By Louise Scott
It was Friday the 13th and time to get paid, but employees at the Gary Community School Corporation (GCSC) were hit with bad luck. They left work without a paycheck and were forced to wait for days without being compensated.
GCSC President Antuwan Clemons said the district did not make payroll last Friday, but employees should not have been surprised. He said the district warned everyone at least a year in advance. “We knew this day was going to come.”
Clemons went on to say when he was elected to the school board many predicted there would be payroll problems, but they made it this far anyway.
“There was an outside auditor that said there was no way possible that we could make payroll, but we did everything possible to make it. We did everything from closing buildings to reducing the administration and staff tremendously. If you look at the layoffs we just made, currently there are only three people running the district. They are the superintendent, the assistant superintendent and the executive director of student services. Those three people have the responsibility of running a district the size of 5,500 students. We were warned that this was coming.”
When the payroll problem grew imminent, Clemons stated the community and media organizations were warned about employees not being paid on time. He said, “In the last pay period, there was a letter in an envelope where we told the staff that if monies weren’t available that they would miss this payroll and would receive it on Monday. We gave them a two-week notice. No one got paid. Not a board member, not the superintendent. No paychecks were cut on Friday.”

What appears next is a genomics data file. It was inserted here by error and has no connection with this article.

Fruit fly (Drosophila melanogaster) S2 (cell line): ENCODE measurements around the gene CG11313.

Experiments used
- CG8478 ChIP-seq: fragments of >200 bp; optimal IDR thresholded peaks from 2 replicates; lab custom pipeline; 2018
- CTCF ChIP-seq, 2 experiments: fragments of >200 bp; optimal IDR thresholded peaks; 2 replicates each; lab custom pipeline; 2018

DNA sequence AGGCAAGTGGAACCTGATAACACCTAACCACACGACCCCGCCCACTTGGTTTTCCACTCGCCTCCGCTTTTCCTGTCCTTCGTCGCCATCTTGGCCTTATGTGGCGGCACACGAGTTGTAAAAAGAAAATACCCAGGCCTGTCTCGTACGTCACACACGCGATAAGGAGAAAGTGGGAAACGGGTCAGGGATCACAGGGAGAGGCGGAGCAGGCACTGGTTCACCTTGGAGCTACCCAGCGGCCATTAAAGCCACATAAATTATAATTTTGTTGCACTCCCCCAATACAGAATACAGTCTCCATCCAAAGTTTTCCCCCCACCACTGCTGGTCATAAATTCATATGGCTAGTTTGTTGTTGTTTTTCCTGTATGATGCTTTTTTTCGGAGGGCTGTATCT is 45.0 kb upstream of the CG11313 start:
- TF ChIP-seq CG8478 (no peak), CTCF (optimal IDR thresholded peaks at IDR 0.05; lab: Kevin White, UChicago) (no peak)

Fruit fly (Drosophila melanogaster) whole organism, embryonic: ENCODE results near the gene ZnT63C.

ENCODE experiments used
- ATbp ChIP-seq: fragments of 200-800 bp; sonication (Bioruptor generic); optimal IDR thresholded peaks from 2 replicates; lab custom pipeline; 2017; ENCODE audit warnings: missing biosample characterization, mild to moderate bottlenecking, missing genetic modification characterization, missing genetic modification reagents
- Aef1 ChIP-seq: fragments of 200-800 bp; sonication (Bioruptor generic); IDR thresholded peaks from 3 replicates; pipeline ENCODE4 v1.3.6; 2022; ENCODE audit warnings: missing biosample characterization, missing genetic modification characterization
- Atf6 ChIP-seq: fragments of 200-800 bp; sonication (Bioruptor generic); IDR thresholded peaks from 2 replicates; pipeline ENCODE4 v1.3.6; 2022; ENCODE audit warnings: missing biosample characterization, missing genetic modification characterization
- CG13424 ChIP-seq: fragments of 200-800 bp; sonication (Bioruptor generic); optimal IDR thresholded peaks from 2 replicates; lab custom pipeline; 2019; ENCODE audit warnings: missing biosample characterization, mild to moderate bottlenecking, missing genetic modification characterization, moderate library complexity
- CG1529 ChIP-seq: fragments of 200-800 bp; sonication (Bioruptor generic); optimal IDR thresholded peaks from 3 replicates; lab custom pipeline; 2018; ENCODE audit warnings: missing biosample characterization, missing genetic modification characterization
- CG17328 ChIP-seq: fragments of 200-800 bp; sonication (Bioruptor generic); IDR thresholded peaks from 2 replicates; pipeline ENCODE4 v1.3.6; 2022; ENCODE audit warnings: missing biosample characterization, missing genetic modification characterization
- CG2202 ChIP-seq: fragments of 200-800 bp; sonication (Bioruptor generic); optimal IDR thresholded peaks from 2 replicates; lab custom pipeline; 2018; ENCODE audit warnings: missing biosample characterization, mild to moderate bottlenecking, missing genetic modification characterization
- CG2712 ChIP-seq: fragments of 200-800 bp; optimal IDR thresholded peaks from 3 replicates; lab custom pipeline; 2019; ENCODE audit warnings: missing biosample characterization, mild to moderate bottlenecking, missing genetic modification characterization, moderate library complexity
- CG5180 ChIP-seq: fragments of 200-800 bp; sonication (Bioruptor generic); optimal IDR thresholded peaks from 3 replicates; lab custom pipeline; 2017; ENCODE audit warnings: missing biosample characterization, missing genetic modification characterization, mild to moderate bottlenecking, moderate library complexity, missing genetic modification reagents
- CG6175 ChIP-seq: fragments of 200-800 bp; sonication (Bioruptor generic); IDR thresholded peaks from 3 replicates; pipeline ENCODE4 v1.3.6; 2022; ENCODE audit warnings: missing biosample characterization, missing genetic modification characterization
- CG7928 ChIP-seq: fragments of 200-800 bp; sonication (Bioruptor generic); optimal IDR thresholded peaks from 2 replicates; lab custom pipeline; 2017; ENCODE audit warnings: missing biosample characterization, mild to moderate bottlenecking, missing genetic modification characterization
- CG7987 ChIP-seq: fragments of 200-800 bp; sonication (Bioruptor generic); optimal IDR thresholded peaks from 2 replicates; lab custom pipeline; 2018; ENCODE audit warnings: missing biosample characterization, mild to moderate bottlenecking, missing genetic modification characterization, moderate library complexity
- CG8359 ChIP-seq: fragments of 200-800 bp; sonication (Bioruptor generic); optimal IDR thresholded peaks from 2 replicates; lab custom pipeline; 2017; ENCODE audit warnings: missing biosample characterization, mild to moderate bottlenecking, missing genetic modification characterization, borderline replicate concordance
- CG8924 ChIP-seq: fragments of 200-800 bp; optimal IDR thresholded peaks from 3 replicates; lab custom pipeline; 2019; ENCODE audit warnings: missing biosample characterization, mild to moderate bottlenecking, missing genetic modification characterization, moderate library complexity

Payroll for the school district is approximately $1.6 million every two weeks. Clemons said this month was hard because there were three pay periods in the month of May. He was not sure how much they were short in making payroll.
Clemons mentioned that the district’s monthly state distribution was used to be able to make payroll on Monday. He said because of the situation, he did not hear complaints from employees about the delayed paychecks; however, some employees called the week that warning letters were sent out.
“We’ve been very open with the Teacher’s Union president and the staff. At a board meeting, a question came up from some of the maintenance staff about outsourcing, but I went public and said we have to do what we have to do right now because we have no money. I get a call from the superintendent and Jack Martin, the state-appointed financial adviser, every two weeks saying that we may not make payroll. Those calls did not go unwarranted,” said Clemons.